Or click here for 2009 data.

I have temporarily lost the ability to draw lines or write on graphics. Not all that much to say about this map anyway. It was made from my Bushnell Onix350 track log; the Bushnell notes--magnifies?-- every little sidestep, tending to show a rather jagged trail. Probably for that reason, it also reports longer hikes than my Magellan Explorist 500 does. But my length as reported on the profile below is longer than it should have been, due to some wrong and some extra turns.

Of possible interest on this map: Over where it says "Waimanalo Ridge" on the right, note that trail clearers don't always find the correct turns--we went way out of the way.
After that I was by myself for a while. The curlicue at about 500 feet is where the trail took a swing to the right, but after reaching where it straightened out again, I checked and found that one could just come straight up the ridge top.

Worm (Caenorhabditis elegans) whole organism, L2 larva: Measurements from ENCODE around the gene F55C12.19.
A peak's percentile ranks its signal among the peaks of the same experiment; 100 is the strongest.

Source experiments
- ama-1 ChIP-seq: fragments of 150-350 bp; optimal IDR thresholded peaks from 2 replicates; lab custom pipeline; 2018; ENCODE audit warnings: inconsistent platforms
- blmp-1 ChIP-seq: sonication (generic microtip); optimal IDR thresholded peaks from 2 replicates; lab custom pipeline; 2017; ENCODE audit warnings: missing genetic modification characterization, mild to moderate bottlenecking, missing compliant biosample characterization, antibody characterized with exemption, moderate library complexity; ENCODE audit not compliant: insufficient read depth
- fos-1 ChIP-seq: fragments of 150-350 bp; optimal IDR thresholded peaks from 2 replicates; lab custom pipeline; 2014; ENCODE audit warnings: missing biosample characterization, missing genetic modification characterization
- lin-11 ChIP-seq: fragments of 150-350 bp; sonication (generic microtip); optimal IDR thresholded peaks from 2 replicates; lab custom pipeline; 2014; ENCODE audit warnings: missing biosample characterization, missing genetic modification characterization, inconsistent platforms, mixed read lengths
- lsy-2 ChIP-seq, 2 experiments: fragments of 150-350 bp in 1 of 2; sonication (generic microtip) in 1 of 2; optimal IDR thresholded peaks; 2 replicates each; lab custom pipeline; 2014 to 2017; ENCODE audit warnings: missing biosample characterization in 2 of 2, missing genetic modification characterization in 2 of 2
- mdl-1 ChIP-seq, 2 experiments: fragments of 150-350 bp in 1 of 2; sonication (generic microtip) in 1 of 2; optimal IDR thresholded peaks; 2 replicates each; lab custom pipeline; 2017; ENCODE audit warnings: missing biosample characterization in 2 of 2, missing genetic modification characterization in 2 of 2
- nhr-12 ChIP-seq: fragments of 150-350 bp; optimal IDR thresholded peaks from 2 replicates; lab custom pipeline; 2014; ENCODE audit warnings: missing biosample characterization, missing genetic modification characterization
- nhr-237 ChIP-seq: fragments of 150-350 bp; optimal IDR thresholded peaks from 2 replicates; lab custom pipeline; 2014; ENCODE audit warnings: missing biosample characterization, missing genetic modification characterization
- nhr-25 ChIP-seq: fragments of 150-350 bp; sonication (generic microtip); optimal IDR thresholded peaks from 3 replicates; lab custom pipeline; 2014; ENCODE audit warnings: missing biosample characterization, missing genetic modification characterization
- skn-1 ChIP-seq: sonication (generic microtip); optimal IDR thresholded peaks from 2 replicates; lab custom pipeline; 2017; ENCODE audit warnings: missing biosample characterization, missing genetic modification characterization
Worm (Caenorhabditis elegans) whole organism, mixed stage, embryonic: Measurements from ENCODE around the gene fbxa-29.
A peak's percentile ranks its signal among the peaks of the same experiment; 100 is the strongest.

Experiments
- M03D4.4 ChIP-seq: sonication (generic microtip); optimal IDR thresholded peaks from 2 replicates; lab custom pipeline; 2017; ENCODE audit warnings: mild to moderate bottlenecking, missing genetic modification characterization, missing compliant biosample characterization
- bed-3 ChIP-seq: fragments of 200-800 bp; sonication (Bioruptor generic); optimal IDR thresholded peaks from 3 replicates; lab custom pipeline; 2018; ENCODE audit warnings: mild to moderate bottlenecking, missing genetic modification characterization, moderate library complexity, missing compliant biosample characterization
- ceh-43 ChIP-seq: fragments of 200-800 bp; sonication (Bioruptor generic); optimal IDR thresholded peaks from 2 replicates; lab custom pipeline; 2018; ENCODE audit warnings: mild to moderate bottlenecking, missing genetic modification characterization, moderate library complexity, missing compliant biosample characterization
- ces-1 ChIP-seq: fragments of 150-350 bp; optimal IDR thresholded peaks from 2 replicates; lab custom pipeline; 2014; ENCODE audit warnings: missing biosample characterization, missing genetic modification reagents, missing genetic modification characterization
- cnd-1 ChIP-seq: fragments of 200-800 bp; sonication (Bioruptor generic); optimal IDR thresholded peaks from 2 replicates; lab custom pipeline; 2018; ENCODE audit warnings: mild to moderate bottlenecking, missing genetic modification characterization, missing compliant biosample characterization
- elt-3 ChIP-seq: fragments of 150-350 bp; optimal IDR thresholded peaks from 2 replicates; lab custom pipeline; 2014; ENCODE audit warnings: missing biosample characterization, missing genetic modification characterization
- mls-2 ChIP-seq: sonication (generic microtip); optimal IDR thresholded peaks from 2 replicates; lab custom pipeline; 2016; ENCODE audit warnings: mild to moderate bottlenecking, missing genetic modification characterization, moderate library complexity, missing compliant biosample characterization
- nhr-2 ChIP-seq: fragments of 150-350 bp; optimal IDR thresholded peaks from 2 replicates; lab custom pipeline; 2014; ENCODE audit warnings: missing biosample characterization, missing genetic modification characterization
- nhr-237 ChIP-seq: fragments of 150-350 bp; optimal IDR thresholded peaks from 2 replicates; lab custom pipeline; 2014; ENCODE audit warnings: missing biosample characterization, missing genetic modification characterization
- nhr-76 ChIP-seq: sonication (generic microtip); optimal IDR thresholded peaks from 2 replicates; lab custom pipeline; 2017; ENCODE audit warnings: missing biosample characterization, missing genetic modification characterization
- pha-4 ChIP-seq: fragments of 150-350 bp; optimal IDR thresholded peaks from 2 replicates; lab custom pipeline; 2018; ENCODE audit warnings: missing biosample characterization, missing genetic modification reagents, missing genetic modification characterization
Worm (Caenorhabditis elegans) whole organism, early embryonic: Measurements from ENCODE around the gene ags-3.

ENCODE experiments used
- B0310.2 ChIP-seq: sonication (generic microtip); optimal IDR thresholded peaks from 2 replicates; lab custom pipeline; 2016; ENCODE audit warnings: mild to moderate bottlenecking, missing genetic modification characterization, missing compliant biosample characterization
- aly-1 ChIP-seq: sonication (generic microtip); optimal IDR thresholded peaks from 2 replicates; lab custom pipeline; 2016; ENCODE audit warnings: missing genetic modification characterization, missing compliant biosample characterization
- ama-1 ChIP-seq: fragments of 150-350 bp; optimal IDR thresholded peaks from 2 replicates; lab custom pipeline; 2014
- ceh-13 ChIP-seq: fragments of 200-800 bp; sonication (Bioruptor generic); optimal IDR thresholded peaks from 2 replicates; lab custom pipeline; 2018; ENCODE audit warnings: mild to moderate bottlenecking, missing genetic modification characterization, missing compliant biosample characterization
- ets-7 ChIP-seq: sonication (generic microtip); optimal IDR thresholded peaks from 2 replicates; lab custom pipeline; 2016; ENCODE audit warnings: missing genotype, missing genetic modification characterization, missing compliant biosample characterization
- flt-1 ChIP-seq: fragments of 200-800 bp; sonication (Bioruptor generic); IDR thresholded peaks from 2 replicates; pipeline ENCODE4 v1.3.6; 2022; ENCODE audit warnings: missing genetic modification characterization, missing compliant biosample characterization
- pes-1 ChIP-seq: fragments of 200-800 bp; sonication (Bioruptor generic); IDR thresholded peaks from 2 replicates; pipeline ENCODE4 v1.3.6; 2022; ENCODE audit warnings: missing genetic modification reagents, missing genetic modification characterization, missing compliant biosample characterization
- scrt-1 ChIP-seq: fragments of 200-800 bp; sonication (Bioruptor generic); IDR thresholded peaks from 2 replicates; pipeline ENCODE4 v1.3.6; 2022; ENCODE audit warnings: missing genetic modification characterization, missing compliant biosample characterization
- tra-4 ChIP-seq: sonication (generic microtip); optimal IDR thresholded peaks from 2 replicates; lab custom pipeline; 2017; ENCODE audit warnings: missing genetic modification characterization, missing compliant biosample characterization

Another curlicue at an 800-foot peak is where the rock is that one can traverse to the right or the left (and just possibly over the top of); long an advocate of going to the right, I checked the other side and ended up making 1 circuits of the rock.

The nob at 1020 feet is, I believe, the "lunch spot." It was early and wet, so some of us went on a short way; I think that is the dot half way from the nob to where we turn right, down the ridge into the valley. (The first couple of times I did a Solemates version of this hike, I'm pretty sure we stopped for lunch at the last knoll--"858"-- on the ridge, then down one of the southerly ridges from there.)
The leftmost sharp angle is at the option of taking the long way, off the map to the left, and back in past "TUNNEL." The people I rode with wanted to go home, and it was still wet anyway, so I opted for short.

The Bushnell does not keep track of elevation (or time) in its track log, but GPSVisualizer.com allows checking against USGS data, and that produces an elevation profile--see below--rather superior to that of the Magellan, which does record both elevation and time.